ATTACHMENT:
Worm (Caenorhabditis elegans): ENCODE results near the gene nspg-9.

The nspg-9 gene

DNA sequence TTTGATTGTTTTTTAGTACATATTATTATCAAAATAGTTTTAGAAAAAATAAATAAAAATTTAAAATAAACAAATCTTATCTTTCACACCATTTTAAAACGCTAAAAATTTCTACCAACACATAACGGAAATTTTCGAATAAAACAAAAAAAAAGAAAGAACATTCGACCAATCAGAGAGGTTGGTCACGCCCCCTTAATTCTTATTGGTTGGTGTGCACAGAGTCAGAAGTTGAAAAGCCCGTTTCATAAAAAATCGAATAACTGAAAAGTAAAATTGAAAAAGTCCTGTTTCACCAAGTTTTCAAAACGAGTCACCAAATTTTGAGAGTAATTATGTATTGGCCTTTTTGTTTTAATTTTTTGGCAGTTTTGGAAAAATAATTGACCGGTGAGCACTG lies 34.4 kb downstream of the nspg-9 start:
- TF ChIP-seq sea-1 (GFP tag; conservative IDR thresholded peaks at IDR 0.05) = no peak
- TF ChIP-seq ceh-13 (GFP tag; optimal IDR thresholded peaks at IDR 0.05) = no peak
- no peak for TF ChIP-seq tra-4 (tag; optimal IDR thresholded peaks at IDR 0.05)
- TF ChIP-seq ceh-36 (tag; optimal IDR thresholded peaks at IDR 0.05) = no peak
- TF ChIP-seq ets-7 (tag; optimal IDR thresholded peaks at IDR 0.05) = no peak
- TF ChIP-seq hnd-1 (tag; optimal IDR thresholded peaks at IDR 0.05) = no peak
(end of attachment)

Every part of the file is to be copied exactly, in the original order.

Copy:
Worm (Caenorhabditis elegans): ENCODE results near the gene nspg-9.

The nspg-9 gene

DNA sequence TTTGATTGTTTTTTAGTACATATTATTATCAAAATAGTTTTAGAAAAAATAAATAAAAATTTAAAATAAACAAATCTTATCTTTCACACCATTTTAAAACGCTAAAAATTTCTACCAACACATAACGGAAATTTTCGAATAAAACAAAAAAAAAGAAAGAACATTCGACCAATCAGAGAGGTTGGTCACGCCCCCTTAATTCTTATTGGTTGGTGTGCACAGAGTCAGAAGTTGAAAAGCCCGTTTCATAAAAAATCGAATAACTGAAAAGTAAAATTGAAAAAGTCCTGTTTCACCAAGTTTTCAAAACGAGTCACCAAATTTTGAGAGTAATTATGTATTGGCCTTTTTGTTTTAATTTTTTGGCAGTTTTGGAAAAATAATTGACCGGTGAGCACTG lies 34.4 kb downstream of the nspg-9 start:
- TF ChIP-seq sea-1 (GFP tag; conservative IDR thresholded peaks at IDR 0.05) = no peak
- TF ChIP-seq ceh-13 (GFP tag; optimal IDR thresholded peaks at IDR 0.05) = no peak
- no peak for TF ChIP-seq tra-4 (tag; optimal IDR thresholded peaks at IDR 0.05)
- TF ChIP-seq ceh-36 (tag; optimal IDR thresholded peaks at IDR 0.05) = no peak
- TF ChIP-seq ets-7 (tag; optimal IDR thresholded peaks at IDR 0.05) = no peak
- TF ChIP-seq hnd-1 (tag; optimal IDR thresholded peaks at IDR 0.05) = no peak